March 17, 2019 Locks and Keys

In looking at the Gospel it begged the question. How smart was Jesus? How intuitive was he? Did the divine in Him know the thoughts and intentions of others? How smart was he? I mean he had the basic education any carpenter would receive. He did not attend a university as many of us have—was he smarter than everyone? As creator of the world did His human self, have all the knowledge of the world? How smart was He?

Perhaps you all have another question on your mind right now—where is Jamie going with all this? Well, in the Gospel, Pharisees warn Jesus that Herod is coming to kill Him and that he should flee, hide, get away. Well, a smart person or just any sane person, being told that the major power in the land, with military resources was coming to kill them, would likely alter their plans. He showed no fear, was Jesus crazy? Herod wants to kill him and he tells the Pharisees warning him, “Tell that “fox”—the word fox being an insult—where I will be and what I will be doing for the next couple days. Then tell him he’s got nothing on me, and I will do what I want. Wow, that is pretty bold and a little crazy, or did Jesus know better?

What motivated the Pharisees to warn Jesus? Were they friends trying to protect Him or were they hoping to scare Him away from their space? I mean Jesus had crowds around him, Herod did not like him, Jesus could bring trouble to their little corner of the world, and blood is so hard to clean up. Maybe the Pharisees wanted Jesus to go somewhere else, and Jesus knew it, and he called their bluff. We actually do not know what really motivated the Pharisees to warn Jesus.

In reading this passage, I wondered if the Pharisees ever delivered Jesus’ message back to Herod. Would you have? How would that conversation go? I think if they were trying to warn Jesus to protect Him, then they could not go to Herod and say, “While we were trying to warn Jesus that you wanted to kill him, he called you a fox, and said to tell you, ‘Na na na na na, you can’t get me!’” Imagine Herod’s response, “What do you mean you tried to warn Jesus—death to you then.” Jesus insults Herod and says that that He was going to go do whatever he wanted, and Herod could not stop Him. This was not a message the Pharisees would want to report. Would you?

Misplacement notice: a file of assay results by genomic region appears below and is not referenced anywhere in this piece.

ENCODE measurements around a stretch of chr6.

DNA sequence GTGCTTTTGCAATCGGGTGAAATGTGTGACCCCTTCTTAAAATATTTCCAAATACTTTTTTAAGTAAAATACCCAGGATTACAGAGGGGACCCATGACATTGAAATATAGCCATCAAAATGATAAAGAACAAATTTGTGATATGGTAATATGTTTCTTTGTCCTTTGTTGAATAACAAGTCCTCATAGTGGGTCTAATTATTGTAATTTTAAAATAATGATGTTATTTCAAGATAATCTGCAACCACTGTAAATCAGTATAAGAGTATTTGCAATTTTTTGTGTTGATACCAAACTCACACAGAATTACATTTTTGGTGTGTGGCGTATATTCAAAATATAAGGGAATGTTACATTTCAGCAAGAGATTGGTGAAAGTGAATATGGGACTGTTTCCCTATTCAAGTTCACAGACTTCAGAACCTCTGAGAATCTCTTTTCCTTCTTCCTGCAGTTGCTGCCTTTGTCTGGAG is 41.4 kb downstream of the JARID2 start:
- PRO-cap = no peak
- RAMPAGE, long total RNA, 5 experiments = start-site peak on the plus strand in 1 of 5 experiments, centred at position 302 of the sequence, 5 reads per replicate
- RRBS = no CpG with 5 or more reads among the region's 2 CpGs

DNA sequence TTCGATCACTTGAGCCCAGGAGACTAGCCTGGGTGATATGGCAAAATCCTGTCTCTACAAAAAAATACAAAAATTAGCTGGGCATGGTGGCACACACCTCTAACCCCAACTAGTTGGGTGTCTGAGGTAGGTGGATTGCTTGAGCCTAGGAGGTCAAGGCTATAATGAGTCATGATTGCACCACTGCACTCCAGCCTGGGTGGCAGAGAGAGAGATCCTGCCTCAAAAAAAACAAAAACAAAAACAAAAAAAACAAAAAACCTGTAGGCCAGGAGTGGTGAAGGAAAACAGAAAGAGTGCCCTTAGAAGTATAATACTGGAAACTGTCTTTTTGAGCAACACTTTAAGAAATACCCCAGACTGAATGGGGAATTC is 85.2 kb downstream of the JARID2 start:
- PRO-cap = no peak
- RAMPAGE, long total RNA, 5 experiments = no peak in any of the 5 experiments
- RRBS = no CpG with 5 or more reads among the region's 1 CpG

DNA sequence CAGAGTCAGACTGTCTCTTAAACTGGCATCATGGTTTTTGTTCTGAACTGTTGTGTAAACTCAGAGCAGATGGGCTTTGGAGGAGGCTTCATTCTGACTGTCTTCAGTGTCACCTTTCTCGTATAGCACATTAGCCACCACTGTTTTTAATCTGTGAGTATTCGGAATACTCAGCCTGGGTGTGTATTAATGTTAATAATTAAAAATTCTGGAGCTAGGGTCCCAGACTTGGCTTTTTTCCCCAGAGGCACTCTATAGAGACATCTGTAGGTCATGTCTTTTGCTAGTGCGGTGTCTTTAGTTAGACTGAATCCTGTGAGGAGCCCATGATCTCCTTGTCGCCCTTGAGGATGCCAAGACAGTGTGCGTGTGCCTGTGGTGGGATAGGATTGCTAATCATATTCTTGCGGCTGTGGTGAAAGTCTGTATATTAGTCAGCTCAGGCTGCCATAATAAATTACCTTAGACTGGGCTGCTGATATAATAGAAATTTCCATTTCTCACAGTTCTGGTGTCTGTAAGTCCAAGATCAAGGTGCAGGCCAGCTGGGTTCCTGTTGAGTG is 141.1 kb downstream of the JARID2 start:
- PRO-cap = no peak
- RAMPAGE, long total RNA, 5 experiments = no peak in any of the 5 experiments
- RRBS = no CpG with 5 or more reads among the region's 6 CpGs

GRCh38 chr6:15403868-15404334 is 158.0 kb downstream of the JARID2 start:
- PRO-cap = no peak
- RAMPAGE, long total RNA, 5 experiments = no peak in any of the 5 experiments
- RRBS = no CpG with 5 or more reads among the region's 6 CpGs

Jesus says, “How often have I desired to gather as a hen gathers, how Jesus longs to protect us, but we are not cooperating. We are not turning to Jesus and coming under His protection. If you ask me, we are not very smart. We run into our own homes, we protect ourselves with our earthly weapons. In the end, if only our house on earth is left to us, it is all we have for eternity. We are not very smart when we trust in earthly things and do not embrace the Psalmists words. “The Lord is my light and my salvation; whom then shall I fear?” Will we ever wise up? Only if we learn to trust.

While my take on the Gospel brought up some interesting questions, the thing that stood out for me the most from all the scriptures this week, one particular line from the Psalm haunted me, and reminded me of a moment from my childhood.

When I was about 12 years old, I remember looking out the side porch door of our house at the snow storm whipping winds, sculpting snow on the driveway and lawn as dusk fell. It was cold and dark. I remember thinking how safe I felt inside my house. It was built around 1870 and has a large central fireplace. I stood there looking out the porch door as night fell, warm, and safe in the glow of the fire. My family was all home safely, the smell of a roast cooking filled the air, and I remember thinking in that moment, that I wanted to live in that house and hold onto that feeling of being warm and safe, and loved forever. Is there a time in your life that you wished you could hang onto forever? I usually focus my sermons on how we can become better Christians. I focus on what we can give to God. Today I ask, “what is it that you hope to gain by being a Christian?”

I ask this because I kept thinking about one line from the Psalm over and over. I have done enough funeral homilies to know that when we die, we all hold onto the hope that we will go to that mansion in the sky, that place that Jesus went to prepare for us—that is what the prescribed funeral scripture from John tells us, that there is a place for us in God’s house.